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Wednesday's Most Active Threads

by Jeff Steele — last modified Jan 04, 2024 11:19 AM

The topics with the most engagement yesterday included not being invited to a wedding, unwanted gifts, college early decision applications, and the GOP and women.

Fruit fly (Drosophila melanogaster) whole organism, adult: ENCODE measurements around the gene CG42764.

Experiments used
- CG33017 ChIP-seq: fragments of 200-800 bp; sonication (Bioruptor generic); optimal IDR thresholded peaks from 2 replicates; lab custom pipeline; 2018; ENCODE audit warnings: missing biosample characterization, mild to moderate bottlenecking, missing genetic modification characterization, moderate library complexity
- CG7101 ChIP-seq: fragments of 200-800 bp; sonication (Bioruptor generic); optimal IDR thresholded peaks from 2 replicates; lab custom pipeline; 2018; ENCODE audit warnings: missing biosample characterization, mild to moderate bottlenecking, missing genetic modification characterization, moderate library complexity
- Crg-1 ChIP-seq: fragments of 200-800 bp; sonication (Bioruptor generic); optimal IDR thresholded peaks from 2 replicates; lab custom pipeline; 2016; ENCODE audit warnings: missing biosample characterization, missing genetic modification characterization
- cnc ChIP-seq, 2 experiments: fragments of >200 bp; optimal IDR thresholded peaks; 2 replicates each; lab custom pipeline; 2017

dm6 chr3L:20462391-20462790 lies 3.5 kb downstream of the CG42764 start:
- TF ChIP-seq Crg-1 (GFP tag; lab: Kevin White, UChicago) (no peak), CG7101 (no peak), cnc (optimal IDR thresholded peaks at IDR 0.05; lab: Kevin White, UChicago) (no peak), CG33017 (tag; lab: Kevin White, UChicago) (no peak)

Yesterday's most active thread was the one about Harvard's president resigning which I discussed yesterday and, therefore, will skip today. The next most active thread was titled, "Not invited" and posted in the "Family Relationships" forum. The original poster says that she is close with her cousins, normally celebrating holidays together and spending a lot of time with each other. A child of one of those cousins is getting married and seems to have intentionally not invited the original poster. The original poster is hurt and upset about being left out. In a subsequent post, the original poster added that she had talked with the parents of the groom and was simply told that the couple is paying for the wedding themselves, implying that she was not invited due to the expense. This did nothing to alleviate the original poster's feelings. Those that responded mostly agreed that it is understandable that the original poster feels hurt about not being invited, Several suggested possible reasons for the slight such as space constraints or an effort to save money. Posters advised not taking it too seriously and allowing the incident to harm her relationship with her extended family. A number of posters argued that not being invited demonstrated that the original poster's cousin's child does not view the original poster as being as close as the original poster does. While that is a sad, it is not an unusual situation, they argue. They further assert that if the original poster ever needs to cut extended family members from an event, she can begin with couple getting married. Other posters suggested a more forceful response including not sending a gift or even a card or going so far as ending her relationship with those relatives entirely. Some posters honed in on the exact relationship and the relationships of those who were invited. They drew fine lines between first cousins, first cousins once removed, aunts, and uncles. They made determinations about whether the original poster should have been invited based on the exact degree of relationship. The original poster and several of those responding emphasized that the groom celebrated Thanksgiving this year at the original poster's home, suggesting that indicates a close relationship that merited an invitation to the wedding. But, as another poster pointed out, the cousin's child was likely just "tagging along with their parents" and was mostly there as an obligation. A few posters believe that the original poster is being overly dramatic and should not make such a big deal out of this.